(denying mistrial not abuse of discretion where reference was only to issuance of a traffic ticket, no mention of the citation was repeated, and reference was inadvertent); Jackson v. Moore, 883 P.2d 622 (Colo.App.1994)(statement regarding issuance of ticket not expressly disallowed by statute; therefore, attorney fees should not have been awarded for mistrial).

Moreover, to the extent plaintiffs argue that because the question required a factual conclusion as to fault, it invaded the province of the jury, we note again that the court did not allow the officer to answer.

B.

Plaintiffs next challenge alleged improper statements by defense counsel.

1.

During opening and closing statements, defense counsel referred to evidence that parents did not wear seat belts and did not restrain their children. Plaintiffs contend that by making these statements, defendant improperly characterized the seat belt defense as going to comparative negligence. We disagree.

Evidence regarding lack of seat belt use is admissible at trial, but only to reduce an award of damages for pain and suffering. See § 42-4-237(7), C.R.S.2002; Churning v. Staples, 628 P.2d 180 (Colo.App.1981). Accordingly, statements regarding how the failure to use a seat belt caused certain injuries may be admitted. See Anderson v. Watson, 953 P.2d 1284 (Colo.1998)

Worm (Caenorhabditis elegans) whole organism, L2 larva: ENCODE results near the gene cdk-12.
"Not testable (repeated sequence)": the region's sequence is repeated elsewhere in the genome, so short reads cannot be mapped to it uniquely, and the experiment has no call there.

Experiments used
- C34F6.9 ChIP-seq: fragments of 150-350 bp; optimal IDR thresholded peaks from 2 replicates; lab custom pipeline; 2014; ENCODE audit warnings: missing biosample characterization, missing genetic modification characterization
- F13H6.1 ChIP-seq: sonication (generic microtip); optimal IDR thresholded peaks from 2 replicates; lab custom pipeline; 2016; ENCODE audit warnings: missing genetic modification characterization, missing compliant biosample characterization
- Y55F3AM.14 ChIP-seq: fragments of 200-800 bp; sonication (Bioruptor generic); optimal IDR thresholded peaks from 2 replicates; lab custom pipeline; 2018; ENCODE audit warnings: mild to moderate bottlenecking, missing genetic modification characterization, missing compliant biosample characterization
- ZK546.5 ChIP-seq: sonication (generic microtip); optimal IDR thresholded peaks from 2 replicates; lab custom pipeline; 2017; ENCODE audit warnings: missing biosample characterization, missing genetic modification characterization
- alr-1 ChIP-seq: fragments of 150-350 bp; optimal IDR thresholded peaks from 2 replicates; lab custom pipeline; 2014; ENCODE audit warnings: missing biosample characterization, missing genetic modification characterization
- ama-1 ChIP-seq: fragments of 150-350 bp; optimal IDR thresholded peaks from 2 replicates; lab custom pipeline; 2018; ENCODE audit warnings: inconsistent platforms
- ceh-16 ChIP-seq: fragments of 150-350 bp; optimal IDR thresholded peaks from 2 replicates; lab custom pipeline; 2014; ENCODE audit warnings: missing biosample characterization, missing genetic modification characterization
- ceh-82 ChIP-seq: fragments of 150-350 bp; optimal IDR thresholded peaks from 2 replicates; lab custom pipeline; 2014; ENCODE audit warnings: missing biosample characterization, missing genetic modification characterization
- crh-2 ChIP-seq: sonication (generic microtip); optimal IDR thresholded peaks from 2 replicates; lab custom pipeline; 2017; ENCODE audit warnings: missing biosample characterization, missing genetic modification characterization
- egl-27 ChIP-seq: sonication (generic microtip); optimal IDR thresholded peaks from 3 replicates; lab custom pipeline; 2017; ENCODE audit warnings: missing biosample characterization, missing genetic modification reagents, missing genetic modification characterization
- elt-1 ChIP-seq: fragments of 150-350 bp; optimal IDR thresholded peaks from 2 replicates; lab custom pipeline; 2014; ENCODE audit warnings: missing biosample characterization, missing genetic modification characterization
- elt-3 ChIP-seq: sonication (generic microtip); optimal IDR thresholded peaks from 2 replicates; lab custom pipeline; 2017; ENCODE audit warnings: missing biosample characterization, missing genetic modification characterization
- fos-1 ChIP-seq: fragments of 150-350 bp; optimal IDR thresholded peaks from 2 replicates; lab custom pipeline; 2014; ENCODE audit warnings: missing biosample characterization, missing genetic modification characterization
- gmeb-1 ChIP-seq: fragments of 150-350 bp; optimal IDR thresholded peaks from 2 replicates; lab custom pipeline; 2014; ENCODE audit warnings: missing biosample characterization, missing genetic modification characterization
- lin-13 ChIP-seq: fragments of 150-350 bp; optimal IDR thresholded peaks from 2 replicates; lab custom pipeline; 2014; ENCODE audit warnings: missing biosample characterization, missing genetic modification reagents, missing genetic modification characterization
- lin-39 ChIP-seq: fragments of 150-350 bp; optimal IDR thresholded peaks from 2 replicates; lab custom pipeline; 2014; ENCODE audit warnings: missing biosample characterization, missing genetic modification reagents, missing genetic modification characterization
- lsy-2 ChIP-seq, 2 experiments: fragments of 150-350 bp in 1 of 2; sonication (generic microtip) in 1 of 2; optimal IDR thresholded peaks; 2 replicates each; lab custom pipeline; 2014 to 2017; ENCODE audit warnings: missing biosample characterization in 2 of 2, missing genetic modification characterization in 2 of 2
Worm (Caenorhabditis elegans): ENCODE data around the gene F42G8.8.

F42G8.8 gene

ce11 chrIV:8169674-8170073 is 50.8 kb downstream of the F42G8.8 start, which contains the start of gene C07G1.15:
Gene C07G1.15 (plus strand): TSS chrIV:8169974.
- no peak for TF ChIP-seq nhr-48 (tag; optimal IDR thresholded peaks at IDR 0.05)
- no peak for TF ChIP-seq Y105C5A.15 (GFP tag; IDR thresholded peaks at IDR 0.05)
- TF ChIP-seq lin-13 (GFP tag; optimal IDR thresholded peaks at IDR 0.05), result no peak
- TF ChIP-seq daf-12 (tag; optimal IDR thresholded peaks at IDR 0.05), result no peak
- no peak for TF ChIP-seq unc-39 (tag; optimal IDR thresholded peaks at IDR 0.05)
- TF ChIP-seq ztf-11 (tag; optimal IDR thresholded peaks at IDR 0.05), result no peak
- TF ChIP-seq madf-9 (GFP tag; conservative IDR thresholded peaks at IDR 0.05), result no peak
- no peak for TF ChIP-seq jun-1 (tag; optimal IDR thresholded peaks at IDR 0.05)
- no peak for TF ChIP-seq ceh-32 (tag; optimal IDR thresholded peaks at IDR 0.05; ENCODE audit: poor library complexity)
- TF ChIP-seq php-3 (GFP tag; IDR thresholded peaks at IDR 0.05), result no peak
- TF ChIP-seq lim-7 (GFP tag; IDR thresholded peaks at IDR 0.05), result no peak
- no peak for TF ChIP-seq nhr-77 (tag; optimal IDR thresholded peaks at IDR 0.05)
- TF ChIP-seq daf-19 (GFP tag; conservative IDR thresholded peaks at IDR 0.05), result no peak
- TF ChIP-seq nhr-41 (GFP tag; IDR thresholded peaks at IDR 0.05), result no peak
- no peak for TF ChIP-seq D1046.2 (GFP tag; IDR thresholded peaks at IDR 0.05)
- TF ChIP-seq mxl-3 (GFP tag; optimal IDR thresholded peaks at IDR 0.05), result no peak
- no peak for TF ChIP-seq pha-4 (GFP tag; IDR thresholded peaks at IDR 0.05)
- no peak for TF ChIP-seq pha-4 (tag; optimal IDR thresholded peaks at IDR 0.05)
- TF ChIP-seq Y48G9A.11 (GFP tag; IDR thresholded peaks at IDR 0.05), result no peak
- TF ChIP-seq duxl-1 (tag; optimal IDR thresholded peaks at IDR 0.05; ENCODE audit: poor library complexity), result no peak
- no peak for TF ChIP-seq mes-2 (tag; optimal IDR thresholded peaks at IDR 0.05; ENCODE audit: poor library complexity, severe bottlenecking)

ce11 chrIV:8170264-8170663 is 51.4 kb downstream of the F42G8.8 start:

(defendant may, but is not required to prove causal relationship between lack of seat belt use and injuries, and need prove only that seat belt was not worn).

Here, although the record indicates that defense counsel walked a dangerously fine line, generally, counsel's statements were not directed to parents' negligence, but rather to the causation of their injuries. Furthermore, the jury was given a proper limiting instruction at the close of the evidence. See Williams v. Chrysler Ins. Co., 928 P.2d 1375 (Colo.App.1996)

(the form of a limiting instruction is within the discretion of the trial court); People v. Sandoval, 709 P.2d 90 (Colo.App.1985)(we must presume that the jury followed the instructions given to it).

Similarly, we disagree with plaintiffs that it was error to allow the accident reconstruction expert to testify regarding lack of seat belt use. The court properly found that the testimony did not misstate the law and that a contemporaneous instruction would have been...